Many rental-car companies have brought down rental fees by “right-sizing” their fleets
The good news for clients renting cars is that customer satisfaction is up after two years of decline. The bad news is that gains in rental fees are offset by increased excise taxes imposed by local and state governments.
Gains in six key areas—costs and fees; pick-up process; rental car; return process; reservation; and shuttle bus/van—were reported by J.D. Power and Associates in its 2009 U.S. Rental Car Satisfaction Study.
Enterprise is the big winner, according to the J.D. Power study, ranking highest in customer satisfaction among rental-car companies for a sixth consecutive year and performing well in all six categories. It is followed by National and Hertz, respectively. “In particular, National has improved considerably from 2008, by 15 index points and two rank positions in 2009. Hertz performs particularly well in shuttling customers to and from the airport,” says the study.
After two consecutive years of considerable decline, overall customer satisfaction with renting cars at airports stabilized in 2009. Overall satisfaction averages 733 on a 1,000-point scale in 2009, from 734 in 2008. It declined by 16 points in 2007 and 17 points in 2008.
The report notes, “The stabilization of overall satisfaction is largely a result of the rental-car industry effectively responding to economic pressures. In particular, many rental-car companies have focused on containing operating costs by ‘right-sizing’ their fleets to meet changing consumer demand and extending the service life of their vehicles, allowing them to delay orders for replacements. This has enabled many companies to decrease their rental fees.”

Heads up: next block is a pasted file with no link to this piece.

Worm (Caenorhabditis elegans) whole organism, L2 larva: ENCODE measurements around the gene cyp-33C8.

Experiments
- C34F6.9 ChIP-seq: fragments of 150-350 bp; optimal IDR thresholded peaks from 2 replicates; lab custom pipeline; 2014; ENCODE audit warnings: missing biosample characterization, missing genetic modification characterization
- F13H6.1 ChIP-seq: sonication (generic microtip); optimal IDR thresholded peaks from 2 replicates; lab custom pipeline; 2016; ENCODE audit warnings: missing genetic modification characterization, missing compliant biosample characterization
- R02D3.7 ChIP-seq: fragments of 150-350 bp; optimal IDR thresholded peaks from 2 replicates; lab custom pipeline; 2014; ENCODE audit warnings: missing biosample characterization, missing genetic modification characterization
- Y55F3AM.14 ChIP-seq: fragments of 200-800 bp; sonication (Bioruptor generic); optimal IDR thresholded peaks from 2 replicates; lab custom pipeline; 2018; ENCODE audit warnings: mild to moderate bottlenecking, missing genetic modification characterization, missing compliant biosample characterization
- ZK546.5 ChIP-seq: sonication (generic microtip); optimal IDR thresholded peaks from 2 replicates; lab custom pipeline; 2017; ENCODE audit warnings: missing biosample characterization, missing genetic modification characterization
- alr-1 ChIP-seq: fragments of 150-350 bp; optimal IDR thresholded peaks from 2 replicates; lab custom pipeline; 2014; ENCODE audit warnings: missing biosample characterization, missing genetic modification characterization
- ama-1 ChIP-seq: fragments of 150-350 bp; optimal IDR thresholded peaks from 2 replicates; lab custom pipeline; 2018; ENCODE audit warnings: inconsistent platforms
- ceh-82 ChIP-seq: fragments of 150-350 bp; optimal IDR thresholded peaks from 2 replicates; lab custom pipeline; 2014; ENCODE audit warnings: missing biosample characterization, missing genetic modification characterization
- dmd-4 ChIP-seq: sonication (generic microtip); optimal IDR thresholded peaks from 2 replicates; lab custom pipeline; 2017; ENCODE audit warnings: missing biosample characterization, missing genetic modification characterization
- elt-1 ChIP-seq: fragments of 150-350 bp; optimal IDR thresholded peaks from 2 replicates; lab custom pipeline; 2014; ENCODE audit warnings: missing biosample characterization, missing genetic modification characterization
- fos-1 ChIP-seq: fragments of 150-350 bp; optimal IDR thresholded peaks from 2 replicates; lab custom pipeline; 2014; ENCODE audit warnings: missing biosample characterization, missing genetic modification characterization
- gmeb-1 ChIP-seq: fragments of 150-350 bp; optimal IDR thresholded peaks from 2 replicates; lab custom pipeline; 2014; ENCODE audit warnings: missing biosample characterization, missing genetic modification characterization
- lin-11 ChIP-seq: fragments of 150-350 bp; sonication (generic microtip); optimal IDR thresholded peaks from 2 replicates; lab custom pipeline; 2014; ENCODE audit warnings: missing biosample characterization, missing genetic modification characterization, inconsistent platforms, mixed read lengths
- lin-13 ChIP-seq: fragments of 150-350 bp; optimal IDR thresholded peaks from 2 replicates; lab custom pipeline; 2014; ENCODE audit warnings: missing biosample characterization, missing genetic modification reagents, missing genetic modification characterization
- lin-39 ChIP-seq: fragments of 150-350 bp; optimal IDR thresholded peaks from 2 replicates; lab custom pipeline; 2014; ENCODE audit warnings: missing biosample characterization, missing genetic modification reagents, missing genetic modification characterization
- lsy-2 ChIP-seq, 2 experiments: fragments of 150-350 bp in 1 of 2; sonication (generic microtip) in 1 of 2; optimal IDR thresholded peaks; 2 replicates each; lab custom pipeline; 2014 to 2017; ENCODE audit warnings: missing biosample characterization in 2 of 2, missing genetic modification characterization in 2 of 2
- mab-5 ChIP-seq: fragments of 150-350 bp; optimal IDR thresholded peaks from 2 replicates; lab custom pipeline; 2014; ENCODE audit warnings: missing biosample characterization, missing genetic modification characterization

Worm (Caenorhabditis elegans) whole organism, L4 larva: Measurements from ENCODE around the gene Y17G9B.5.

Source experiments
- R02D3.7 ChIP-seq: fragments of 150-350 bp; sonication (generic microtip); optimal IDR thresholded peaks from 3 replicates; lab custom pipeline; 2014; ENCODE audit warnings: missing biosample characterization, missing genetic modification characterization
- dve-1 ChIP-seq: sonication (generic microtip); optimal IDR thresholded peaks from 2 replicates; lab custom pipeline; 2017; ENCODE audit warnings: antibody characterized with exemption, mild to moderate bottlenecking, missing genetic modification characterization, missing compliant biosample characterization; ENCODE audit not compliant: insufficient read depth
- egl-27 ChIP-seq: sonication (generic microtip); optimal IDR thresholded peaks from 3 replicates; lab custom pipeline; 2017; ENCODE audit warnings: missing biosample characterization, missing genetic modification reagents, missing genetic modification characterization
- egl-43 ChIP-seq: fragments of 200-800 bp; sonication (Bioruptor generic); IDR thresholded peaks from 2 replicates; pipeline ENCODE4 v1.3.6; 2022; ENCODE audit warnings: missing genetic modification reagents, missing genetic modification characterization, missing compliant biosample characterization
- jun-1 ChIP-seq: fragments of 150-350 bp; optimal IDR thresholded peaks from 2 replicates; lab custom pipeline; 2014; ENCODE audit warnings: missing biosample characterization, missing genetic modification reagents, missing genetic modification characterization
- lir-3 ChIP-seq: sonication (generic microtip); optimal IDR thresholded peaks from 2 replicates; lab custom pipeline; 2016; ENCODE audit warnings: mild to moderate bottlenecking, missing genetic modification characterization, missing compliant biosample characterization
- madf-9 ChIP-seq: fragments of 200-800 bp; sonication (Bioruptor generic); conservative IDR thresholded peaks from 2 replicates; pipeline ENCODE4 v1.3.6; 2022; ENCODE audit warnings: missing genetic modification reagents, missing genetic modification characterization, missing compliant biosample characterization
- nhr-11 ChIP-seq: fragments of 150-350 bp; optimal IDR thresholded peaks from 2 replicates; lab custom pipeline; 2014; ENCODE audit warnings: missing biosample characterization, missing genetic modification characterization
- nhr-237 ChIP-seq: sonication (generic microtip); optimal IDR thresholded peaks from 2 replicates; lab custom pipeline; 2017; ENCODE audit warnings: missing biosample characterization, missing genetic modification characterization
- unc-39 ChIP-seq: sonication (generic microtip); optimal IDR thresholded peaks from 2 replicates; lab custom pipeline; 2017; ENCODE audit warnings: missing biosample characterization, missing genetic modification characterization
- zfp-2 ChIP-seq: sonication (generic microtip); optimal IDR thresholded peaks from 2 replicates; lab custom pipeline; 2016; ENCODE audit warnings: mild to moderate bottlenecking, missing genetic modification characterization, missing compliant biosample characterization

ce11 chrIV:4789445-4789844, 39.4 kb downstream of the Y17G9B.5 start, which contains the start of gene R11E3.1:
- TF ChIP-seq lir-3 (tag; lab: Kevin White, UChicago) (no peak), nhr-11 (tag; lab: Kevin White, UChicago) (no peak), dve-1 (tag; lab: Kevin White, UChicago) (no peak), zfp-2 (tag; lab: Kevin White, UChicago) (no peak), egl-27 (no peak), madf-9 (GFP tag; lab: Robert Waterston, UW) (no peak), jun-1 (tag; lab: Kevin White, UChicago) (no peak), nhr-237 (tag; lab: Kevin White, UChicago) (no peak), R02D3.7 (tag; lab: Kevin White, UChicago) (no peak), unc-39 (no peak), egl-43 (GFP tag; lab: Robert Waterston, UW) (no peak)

However, in a number of locations, reductions in rental fees have been offset by increased excise taxes imposed by local and state governments, the study notes. This increases rental costs despite the efforts of the rental-car companies.
“The rental-car industry has tried to dissuade attempts to increase taxation on rental-car customers and has made efforts to increase consumer awareness and understanding of these fees and their origin since these fees may confuse customers when they receive their final bill,” says Paula Sonkin, vice president of the travel practice at J.D. Power.
Taxes and fees aside, the report has good news on customer satisfaction. “It is notable that the three highest-ranked rental-car companies in 2009 also have the fewest customer-reported problems,” says Sonkin. On average, satisfaction among customers who experience a problem is nearly 140 points lower than among customers who have a hassle-free rental-car experience.
The study, based on over 12,900 evaluations from business and leisure travelers, also finds that providing a highly satisfying rental-car experience has a strong positive effect on customer loyalty levels. Among customers with satisfaction scores averaging 900 or higher, about two-thirds indicate that they “definitely will” recommend the rental-car company to others and rent from the same company again.